So, the D&D Dungeon Master’s Screen Wilderness Kit ended up in my holiday stocking. 

While I’m not a product reviewer — other gnomes are more talented and dedicated to such tasks — I thought I might share a few thoughts on it.

As a DM tool, it does several things really well. I know this because it replicates elements that I’ve long been utilizing with homemade supplements over the years. 

But, they’ve been nicely packaged together and presented in a single format, which is utilitarian. It’s held together in this paper folder, which I expect will have the lifespan of most paper folders. 

Still, it’s what’s inside that matters — and here it hits most beats for what a DM needs for running wilderness encounters.

First: Magnificent painting of a mountainous wilderness vista across four panels of the player-facing side of the screen. Display that at the table and you’ve sent an unmistakable message: We’re going on a wilderness trek! Credit for the illustration, by the way, goes to Grzegorz Rutkowski.

Second: Inclusion of three numerically keyed hex maps on letter-sized sheets that have been laminated for dry-erase markers. What better way to track your adventuring party’s hexploration than with these? While, it is true, the three hex maps do not interlock — that’s a pity — each one represents a 10 x 10 area — that should be sufficient for most roleplaying sessions. (And if you are the sort that uses a hex grid for miniature combat encounters, they are very close in size for that, as well).

Third: A set of cards for tracking initiative and references for conditions. They fit in a handy little box you construct out of the same paper as the folder. They are similar to the cards that came in the Encounters introductory set. I doubt I’ll use numbered cards for initiative, but numbered cards do have other uses — especially as round counters for spell effects.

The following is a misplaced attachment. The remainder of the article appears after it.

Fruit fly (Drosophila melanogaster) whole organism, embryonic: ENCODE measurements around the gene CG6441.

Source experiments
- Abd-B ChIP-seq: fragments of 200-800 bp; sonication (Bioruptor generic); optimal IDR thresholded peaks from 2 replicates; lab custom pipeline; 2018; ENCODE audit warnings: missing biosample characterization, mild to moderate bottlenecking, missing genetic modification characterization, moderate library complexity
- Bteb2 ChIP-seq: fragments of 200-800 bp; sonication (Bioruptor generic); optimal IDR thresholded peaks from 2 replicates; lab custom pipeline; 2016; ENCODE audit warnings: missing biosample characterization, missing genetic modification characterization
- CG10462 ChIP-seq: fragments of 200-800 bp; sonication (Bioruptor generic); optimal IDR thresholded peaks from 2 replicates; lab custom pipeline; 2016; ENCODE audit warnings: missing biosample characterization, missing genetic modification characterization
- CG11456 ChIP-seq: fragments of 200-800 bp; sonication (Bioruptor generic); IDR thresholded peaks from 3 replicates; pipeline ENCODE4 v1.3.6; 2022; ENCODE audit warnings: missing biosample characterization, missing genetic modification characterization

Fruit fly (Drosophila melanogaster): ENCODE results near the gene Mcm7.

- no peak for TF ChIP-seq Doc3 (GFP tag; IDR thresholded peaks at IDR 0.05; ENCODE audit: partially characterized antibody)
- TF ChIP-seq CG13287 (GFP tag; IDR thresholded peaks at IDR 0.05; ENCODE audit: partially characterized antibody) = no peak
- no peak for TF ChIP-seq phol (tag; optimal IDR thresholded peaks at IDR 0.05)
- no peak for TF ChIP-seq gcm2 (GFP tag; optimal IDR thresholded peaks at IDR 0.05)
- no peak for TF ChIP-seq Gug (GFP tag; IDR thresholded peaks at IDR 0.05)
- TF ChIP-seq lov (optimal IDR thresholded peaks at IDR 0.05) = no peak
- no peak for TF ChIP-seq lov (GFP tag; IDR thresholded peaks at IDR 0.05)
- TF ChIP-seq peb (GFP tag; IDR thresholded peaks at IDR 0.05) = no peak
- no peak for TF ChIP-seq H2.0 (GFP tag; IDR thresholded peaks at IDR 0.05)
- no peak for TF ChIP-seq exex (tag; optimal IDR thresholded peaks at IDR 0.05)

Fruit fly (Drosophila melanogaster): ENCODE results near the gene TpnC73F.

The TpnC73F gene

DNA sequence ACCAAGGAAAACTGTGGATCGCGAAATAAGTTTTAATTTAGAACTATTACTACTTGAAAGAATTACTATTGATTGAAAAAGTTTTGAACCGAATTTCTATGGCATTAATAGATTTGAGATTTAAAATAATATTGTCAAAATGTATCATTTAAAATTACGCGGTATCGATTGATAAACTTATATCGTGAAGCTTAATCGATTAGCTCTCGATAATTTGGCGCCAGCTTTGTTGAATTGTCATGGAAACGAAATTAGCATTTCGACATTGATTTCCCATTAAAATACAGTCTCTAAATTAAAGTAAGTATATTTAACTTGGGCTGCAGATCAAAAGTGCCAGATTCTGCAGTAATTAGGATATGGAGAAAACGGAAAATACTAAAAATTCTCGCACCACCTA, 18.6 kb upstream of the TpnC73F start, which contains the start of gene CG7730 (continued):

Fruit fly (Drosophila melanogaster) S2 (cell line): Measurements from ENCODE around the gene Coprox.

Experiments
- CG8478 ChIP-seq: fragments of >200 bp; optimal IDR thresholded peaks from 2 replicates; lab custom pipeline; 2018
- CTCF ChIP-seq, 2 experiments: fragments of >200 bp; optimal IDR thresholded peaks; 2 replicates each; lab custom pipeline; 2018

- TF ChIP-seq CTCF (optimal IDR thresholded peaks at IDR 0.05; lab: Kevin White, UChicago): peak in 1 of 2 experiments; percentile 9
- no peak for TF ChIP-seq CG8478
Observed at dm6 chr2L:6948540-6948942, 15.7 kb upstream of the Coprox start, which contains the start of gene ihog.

Fourth: On the backs of the hex maps and on other sheets there are ready-references for relevant rules, such as Actions In Combat, Wilderness Chases, the sequence of a Wilderness Journey, and a dry-erase chart for tracking party member supplies of food and water. (More on this farther on down)

Five: The meat of a wilderness-focused screen is what is printed on the DM-facing side, and largely, it does not disappoint. There are rules references for weather and the effects of temperature extremes, travel pace, roadside services, encounter distance adjustments, wilderness navigation by terrain, how sound travels over distance, rules for cover, light, obscurity and visibility, the speed of air and water vessels, foraging DCs and the associated costs for food and drink at whatever inn or tavern you might stumble across, should your foraging be unsuccessful or you think the queen’s rangers are on to you for poaching. 

That’s a lot. There are also general rules printed for setting DCs, trap damage, object AC and hit points and the always useful skills and associated abilities list.

My only quibble is a repeated printing of the Conditions rules, which takes up a panel and a half. Given the inclusion of the ready-reference card deck, it seems unnecessary. If anything, maybe that should have been printed on the back of one of the hex sheets.

The Conditions are a quirky bit of the 5E rules set, one of those things that might not come up for several sessions, yet, then appear repeatedly in combat after combat. And in the Player’s Handbook, they are concisely presented on three pages in Appendix A, which is useful. And generally, I’d agree: including them on a DM screen is good sense, simply because it eliminates page-turning during combat.